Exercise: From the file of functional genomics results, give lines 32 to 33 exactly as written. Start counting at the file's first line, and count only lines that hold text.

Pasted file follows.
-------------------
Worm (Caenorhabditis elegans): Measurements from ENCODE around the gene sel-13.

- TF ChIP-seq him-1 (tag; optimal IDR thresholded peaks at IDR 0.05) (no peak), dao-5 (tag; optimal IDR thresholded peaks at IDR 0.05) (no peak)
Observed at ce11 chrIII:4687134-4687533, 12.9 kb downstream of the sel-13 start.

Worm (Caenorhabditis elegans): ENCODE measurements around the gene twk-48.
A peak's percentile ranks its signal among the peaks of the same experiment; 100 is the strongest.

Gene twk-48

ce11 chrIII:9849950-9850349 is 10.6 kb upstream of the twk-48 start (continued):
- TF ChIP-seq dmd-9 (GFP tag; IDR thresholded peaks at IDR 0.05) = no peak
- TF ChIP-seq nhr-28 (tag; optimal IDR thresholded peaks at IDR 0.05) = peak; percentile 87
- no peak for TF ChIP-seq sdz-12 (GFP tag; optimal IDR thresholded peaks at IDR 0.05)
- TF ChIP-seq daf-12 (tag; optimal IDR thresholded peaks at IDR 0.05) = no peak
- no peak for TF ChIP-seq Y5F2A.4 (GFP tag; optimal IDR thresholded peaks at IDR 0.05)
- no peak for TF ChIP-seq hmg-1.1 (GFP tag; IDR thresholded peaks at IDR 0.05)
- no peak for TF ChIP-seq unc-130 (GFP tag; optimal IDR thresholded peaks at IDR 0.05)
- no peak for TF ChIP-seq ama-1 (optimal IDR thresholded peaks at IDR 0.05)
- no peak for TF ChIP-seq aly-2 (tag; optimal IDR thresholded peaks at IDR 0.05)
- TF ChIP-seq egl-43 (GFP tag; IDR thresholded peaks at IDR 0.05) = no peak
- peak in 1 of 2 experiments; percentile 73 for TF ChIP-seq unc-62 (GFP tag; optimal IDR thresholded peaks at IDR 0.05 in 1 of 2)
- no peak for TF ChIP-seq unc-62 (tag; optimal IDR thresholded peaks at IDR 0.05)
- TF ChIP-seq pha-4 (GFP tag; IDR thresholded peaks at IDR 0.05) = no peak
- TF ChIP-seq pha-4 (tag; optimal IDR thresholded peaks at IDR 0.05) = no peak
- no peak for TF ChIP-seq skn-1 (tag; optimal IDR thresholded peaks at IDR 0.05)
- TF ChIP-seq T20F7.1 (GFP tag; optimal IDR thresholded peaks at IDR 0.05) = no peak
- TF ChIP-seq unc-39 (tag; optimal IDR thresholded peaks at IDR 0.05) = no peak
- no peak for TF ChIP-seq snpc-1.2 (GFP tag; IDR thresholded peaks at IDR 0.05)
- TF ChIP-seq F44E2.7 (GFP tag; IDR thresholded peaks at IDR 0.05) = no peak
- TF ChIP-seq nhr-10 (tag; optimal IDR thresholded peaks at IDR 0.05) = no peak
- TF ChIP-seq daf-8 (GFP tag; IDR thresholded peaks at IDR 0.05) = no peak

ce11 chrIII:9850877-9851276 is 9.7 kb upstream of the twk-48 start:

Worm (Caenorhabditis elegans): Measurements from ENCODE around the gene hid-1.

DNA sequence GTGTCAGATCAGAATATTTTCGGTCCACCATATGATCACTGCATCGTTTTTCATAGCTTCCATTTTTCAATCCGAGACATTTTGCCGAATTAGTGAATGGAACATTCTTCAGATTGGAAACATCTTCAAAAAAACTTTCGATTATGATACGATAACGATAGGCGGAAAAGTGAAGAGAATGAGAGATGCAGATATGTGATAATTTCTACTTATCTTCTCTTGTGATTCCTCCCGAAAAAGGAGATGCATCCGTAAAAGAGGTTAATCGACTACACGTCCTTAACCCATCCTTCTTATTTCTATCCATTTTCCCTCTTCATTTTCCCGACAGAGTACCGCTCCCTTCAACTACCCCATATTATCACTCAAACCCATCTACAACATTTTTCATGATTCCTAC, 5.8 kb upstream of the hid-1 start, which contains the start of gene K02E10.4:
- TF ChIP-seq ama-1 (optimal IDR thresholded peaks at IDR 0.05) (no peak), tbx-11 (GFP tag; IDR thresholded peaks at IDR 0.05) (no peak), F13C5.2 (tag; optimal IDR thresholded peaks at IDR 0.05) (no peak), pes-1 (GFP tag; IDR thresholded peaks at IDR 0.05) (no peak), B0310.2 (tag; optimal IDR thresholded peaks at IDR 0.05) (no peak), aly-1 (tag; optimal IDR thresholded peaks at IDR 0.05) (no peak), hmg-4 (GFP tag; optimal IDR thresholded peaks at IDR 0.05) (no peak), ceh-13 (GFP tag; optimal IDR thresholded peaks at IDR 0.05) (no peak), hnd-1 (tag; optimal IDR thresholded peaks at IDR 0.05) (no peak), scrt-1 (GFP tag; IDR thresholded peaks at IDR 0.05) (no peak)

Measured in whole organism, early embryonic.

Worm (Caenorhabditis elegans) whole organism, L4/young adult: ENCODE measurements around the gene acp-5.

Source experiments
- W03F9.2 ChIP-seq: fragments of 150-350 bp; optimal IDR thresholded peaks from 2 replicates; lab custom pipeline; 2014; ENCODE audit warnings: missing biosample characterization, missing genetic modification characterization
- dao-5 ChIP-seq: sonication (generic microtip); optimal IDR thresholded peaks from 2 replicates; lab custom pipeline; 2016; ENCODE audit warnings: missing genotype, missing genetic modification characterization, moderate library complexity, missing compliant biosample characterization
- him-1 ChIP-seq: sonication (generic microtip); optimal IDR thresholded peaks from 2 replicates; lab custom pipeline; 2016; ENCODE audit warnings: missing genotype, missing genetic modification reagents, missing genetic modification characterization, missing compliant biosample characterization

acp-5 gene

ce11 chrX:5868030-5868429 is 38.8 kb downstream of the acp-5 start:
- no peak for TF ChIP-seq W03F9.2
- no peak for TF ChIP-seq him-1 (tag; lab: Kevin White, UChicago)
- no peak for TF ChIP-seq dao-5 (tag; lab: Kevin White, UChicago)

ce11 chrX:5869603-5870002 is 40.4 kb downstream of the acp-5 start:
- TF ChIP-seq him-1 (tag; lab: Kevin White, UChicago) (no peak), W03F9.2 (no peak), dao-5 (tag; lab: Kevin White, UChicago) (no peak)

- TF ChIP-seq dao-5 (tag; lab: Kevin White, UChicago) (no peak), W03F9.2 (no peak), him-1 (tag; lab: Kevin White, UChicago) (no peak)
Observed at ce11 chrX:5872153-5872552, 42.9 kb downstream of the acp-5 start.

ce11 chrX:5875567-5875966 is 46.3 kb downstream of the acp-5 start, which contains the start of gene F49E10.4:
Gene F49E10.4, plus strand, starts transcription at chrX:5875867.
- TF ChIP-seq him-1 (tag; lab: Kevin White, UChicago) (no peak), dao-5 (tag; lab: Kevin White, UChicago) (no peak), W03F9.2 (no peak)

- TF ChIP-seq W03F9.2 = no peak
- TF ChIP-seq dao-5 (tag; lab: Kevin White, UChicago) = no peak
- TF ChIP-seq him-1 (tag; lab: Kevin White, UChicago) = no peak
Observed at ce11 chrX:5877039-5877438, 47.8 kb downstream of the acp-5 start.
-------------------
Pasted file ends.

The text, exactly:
- TF ChIP-seq ama-1 (optimal IDR thresholded peaks at IDR 0.05) (no peak), tbx-11 (GFP tag; IDR thresholded peaks at IDR 0.05) (no peak), F13C5.2 (tag; optimal IDR thresholded peaks at IDR 0.05) (no peak), pes-1 (GFP tag; IDR thresholded peaks at IDR 0.05) (no peak), B0310.2 (tag; optimal IDR thresholded peaks at IDR 0.05) (no peak), aly-1 (tag; optimal IDR thresholded peaks at IDR 0.05) (no peak), hmg-4 (GFP tag; optimal IDR thresholded peaks at IDR 0.05) (no peak), ceh-13 (GFP tag; optimal IDR thresholded peaks at IDR 0.05) (no peak), hnd-1 (tag; optimal IDR thresholded peaks at IDR 0.05) (no peak), scrt-1 (GFP tag; IDR thresholded peaks at IDR 0.05) (no peak)

Measured in whole organism, early embryonic.